Margaret Sanger; Wikimedia Commons

Anti-birth control laws originating in 1873 with the Comstock Act, had their first legal challenge with Margaret Sanger’s  arrest in 1916 for opening a birth control clinic. The 1918 Crane decision allowed women to use birth control for therapeutic purposes.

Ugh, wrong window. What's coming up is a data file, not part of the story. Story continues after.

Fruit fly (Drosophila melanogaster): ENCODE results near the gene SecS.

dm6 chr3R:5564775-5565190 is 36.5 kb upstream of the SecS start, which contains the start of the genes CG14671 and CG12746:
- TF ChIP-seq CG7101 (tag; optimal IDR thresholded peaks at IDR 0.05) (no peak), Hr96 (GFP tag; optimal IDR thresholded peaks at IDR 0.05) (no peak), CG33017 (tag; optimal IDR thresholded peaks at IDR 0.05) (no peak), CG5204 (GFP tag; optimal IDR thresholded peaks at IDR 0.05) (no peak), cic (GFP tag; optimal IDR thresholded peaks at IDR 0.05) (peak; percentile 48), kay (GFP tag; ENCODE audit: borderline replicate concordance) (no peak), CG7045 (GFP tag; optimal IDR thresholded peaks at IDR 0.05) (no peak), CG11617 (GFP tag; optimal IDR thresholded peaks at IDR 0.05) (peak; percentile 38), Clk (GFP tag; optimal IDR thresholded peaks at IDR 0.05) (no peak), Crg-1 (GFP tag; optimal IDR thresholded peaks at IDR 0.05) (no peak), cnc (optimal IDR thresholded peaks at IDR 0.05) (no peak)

In 1936, Sanger challenged the law against the distribution of contraceptives in United States v. One Package. The court’s ruling in her case allowed physicians to distribute contraceptives across state lines.